[iDC] Immaterial Labor and life beyond utility

Paul B. Hartzog paulbhartzog at gmail.com
Wed Aug 15 21:49:43 UTC 2007

On 8/13/07, Vasilis Kostakis <kostakis.b at gmail.com> wrote:
> To begin with, Paul claims ,amongst others, that "the authentic life is
> always a subversion, a resistance, a revolution, against some attempt by
> someone else to bind it, to bound it, to define it, to constrain it…"
> whereas afterwards he states that "to live authentically means to create in
> each moment something that cannot be taken and used for other purposes
> because it is necessarily invisible to those who would attempt such a
> theft". To be honest I cannot follow this syllogism as I find it a bit of
> oxymoron. More specifically, supposing that authentic life is a revolution
> against some attempt to bind it, we simultaneously accept that authentic is
> visible to its opponents or in other words to its exploiters.

Thanks for pointing out my little cul-de-sac :-)  I was thinking that
the word "attempt" helped to clarify, but on review it seems it didn't
help much.  Off the top of my head, a weak example might aid:

Imagine a narrative in which "they" have designs to steal your book of
Aristotle, because they perceive that it is the source of your power
to resist their Machiavellian schemes.  What is "invisible" to them is
that it is your experience of the substance of Aristotle and not the
possession of the commodity Aristotle that is the source of your inner

> Furthermore, Paul's final conclusion, which I find brilliant, is that "the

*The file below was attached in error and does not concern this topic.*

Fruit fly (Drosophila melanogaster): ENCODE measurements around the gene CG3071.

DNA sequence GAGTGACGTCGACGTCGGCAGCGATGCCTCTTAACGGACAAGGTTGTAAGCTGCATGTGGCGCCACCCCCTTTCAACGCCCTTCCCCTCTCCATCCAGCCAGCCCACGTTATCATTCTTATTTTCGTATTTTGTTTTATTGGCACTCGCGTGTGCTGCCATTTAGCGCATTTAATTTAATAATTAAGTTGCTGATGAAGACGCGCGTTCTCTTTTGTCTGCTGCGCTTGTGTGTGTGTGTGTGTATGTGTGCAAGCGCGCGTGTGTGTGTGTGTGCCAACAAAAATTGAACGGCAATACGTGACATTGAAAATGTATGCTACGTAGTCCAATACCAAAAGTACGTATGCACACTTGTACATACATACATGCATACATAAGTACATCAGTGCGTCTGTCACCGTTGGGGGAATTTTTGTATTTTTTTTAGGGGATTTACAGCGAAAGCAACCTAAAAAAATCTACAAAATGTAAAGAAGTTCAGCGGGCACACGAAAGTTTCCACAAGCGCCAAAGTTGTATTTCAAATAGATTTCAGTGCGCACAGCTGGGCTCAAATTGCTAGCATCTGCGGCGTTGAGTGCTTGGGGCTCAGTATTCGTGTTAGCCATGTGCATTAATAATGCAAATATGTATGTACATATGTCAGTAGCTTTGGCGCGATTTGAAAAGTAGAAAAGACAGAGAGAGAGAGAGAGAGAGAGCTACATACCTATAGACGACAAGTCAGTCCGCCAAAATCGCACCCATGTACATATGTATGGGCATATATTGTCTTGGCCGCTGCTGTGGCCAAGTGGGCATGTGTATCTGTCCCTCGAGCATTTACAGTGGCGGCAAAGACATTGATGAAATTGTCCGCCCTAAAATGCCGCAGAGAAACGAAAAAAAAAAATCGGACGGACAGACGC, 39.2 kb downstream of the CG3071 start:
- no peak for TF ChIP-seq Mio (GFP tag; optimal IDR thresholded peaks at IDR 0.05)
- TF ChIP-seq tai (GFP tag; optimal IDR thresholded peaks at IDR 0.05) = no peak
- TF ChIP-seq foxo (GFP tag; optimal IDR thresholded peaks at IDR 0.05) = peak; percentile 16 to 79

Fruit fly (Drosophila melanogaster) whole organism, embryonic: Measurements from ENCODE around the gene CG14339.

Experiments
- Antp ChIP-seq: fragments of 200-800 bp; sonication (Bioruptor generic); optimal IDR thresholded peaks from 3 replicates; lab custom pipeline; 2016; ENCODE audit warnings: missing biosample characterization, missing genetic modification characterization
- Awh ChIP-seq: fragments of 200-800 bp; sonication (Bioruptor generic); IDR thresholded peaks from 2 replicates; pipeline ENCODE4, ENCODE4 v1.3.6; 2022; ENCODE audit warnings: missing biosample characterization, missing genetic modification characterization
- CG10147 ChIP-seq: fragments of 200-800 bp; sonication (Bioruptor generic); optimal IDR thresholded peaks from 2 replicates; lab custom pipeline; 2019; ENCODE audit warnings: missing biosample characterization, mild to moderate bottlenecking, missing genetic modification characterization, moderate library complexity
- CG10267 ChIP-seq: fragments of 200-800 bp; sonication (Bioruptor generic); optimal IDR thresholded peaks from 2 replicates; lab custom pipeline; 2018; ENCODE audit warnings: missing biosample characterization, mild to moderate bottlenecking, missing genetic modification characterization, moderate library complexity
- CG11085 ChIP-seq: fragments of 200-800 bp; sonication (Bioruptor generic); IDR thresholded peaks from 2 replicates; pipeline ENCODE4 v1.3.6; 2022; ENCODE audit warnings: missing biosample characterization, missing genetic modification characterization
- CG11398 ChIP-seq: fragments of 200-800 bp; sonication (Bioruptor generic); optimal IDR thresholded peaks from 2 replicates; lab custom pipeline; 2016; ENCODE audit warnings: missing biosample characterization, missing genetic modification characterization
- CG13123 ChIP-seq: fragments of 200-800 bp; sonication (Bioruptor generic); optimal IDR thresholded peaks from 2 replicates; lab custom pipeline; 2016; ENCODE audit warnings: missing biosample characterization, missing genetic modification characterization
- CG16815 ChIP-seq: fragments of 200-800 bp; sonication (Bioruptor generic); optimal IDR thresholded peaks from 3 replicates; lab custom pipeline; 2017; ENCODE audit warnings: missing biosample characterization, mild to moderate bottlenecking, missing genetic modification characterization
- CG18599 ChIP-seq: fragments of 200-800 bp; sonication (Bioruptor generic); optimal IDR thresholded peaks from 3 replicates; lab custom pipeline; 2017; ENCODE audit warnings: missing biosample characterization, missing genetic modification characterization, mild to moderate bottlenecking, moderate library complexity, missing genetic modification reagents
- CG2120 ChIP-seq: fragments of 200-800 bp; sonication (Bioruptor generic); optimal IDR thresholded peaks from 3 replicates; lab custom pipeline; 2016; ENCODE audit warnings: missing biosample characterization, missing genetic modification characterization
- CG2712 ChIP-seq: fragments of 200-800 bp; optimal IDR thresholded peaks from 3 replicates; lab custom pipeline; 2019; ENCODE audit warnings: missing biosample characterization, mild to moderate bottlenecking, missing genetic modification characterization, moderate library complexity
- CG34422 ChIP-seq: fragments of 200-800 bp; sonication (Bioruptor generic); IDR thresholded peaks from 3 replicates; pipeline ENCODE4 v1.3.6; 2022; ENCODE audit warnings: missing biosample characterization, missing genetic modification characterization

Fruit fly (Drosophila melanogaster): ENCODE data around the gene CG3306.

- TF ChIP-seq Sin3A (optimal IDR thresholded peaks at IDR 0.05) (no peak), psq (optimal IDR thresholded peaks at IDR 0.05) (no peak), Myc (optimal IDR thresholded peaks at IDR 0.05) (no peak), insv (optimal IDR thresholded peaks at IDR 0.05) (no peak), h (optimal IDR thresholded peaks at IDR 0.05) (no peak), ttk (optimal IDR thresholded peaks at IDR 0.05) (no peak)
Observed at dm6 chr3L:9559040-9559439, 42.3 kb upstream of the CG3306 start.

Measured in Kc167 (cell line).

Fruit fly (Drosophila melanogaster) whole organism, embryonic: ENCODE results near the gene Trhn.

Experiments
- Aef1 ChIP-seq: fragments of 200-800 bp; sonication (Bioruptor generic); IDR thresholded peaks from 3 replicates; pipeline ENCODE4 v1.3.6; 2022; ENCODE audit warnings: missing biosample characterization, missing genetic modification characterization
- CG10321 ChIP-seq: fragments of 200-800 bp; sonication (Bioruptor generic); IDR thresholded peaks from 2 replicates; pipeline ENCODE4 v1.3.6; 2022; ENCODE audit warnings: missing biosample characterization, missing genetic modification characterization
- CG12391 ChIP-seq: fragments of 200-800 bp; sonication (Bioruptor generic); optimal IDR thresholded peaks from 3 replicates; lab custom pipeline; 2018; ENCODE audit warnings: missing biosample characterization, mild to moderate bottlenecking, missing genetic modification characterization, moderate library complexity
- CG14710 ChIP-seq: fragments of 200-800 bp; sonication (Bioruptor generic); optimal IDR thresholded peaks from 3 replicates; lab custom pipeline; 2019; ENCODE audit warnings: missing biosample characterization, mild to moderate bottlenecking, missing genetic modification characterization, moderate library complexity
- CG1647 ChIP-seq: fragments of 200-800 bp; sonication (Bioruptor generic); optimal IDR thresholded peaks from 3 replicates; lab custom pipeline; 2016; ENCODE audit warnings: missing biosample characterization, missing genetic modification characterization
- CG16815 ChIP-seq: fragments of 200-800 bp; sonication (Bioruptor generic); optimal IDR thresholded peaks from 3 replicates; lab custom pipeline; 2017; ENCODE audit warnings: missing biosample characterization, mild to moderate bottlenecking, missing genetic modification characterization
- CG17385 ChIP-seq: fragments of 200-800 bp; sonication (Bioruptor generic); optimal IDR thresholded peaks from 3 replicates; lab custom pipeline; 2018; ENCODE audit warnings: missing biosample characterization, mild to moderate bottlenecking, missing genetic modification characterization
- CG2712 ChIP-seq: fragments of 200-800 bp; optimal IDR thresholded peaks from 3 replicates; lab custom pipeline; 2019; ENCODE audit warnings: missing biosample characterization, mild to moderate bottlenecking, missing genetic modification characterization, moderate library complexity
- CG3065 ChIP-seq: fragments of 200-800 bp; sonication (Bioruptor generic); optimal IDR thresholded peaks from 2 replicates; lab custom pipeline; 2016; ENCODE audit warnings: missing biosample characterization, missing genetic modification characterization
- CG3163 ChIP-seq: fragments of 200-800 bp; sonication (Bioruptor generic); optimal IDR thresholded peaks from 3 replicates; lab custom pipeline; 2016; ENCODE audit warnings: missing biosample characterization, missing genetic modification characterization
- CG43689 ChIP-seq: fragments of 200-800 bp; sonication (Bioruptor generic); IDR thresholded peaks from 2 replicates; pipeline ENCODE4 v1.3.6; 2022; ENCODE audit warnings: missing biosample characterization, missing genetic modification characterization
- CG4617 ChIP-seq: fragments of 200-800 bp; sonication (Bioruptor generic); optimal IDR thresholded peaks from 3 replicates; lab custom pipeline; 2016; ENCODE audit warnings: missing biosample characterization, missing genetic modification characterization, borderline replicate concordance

> really interesting and revolutionary things going on in the world are
> invisible to those who would oppose them".  Therefore, I believe that the
> really revolutionary things are visible to their opponents, who, however,
> fail to spot and feel the real essence of them - resembling humans despite
> that they can see the flower and even smell it, they are incapable of taking
> real advantage of it: humans can only cut (by "killing") it, while bees
> succeed in channelling bliss from it.  In that case both bees and humans can
> see the flower (it is not invisible) , but, to put it in Paul's terms, the
> true substance of the experience -the authentic- belongs entirely to bees,
> and the superficial one to humans.

Thank you.  Much of the work I have been involved with (futurist work)
has been for corporate clients.  I have had deep discussions with my
colleagues as to the possibility that we are fore-warning our enemies
by teaching them about the economic importance of open-source, or
cooperation, etc.  These are troubling possibilities.

What is fascinating however is that by and large they truly seem to be
incapable of "seeing" the essence of recent changes in production.
The music industry literally cannot understand the reality of digital
sharing; they (so far) only see it as epiphenomenal to their
established (industrial era)  economic processes.  It is an
aberration, a parasite; it could not stand on its own (they say).

I will be giving a talk in November at De Montfort about
Oort-Cloud.org (an endeavor by myself and Richard Adler) and "Social
Publishing" in general ( http://www.oort-cloud.org/?q=node/2 or
http://many.corante.com/archives/2006/09/02/social_publishing.php ).
The notion of social publishing receives the same treatment from
traditional publishing that music file sharing received from the music
industry:  almost complete blindness.  It is the same treatment that
wikipedia receives from traditional encyclopedists (knowledge

I have yet to find a good metaphor for this, so I am asking for all of
your help.  A good example from history, of a new process that was
ignored and/or downplayed by the establishment ("It'll blow over" or
"It's a fad") would suffice.

much thx,
PaulBHartzog at PaulBHartzog.org
PaulBHartzog at panarchy.com
PHartzog at umich.edu
The Universe is made up of stories, not atoms.
                 --Muriel Rukeyser

See differently, then you will act differently.
                 --Paul B. Hartzog


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